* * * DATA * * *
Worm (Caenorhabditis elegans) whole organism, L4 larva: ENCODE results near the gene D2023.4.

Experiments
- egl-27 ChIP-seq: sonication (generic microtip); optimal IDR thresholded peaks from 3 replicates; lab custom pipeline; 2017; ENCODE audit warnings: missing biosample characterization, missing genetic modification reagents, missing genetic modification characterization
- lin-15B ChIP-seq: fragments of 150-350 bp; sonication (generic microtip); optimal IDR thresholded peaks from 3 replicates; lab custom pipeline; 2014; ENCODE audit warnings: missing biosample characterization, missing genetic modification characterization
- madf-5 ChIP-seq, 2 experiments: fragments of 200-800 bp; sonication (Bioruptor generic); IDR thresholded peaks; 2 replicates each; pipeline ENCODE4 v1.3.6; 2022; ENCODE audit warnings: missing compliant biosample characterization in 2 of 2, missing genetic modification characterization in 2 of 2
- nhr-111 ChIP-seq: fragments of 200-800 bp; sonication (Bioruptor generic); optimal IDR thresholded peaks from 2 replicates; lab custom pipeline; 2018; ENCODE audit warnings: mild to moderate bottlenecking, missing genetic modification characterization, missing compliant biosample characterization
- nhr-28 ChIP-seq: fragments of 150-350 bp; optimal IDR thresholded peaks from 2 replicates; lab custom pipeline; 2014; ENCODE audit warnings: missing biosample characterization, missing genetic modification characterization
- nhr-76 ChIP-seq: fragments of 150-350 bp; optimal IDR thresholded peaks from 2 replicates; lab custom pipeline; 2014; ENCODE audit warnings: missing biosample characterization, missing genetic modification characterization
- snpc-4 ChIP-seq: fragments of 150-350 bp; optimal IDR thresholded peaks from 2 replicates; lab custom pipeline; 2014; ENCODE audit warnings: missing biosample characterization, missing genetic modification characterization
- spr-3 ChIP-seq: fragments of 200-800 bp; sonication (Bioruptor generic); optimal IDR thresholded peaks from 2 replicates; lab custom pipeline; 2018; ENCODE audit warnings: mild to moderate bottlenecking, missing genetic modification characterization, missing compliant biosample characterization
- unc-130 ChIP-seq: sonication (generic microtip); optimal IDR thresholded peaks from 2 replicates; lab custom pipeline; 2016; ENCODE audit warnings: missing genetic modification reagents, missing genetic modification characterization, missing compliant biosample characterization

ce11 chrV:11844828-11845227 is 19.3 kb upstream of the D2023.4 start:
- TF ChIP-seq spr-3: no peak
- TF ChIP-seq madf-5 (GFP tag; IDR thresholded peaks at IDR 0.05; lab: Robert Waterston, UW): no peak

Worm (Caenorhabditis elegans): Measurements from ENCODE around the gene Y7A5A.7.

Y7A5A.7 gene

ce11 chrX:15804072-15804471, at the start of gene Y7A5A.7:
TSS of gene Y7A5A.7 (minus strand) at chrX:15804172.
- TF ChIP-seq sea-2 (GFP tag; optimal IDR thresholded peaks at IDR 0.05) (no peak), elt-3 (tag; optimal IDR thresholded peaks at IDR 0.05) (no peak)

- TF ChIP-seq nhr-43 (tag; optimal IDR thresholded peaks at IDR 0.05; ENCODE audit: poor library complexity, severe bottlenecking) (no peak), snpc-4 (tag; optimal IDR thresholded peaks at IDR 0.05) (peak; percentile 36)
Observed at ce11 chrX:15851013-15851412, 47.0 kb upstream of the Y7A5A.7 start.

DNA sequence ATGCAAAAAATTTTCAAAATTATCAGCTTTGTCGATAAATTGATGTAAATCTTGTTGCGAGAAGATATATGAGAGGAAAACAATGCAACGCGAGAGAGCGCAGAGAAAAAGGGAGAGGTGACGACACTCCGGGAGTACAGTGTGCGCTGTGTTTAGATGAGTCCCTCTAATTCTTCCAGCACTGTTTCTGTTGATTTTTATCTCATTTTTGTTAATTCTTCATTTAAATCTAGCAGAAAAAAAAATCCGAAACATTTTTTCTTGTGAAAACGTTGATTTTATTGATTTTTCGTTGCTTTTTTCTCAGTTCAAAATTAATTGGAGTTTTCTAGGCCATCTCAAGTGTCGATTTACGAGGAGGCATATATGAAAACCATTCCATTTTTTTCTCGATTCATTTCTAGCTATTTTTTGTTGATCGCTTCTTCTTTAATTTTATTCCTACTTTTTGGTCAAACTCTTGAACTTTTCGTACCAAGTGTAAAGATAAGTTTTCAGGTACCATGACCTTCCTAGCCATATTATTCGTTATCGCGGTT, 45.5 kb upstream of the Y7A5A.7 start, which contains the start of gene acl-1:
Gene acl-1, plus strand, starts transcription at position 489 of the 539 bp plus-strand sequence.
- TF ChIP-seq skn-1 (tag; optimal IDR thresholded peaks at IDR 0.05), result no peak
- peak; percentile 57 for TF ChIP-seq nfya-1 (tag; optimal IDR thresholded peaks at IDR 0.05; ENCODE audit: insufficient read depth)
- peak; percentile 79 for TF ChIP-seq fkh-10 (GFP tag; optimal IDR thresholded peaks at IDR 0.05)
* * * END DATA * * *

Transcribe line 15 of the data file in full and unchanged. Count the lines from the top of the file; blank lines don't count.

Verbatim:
Worm (Caenorhabditis elegans): Measurements from ENCODE around the gene Y7A5A.7.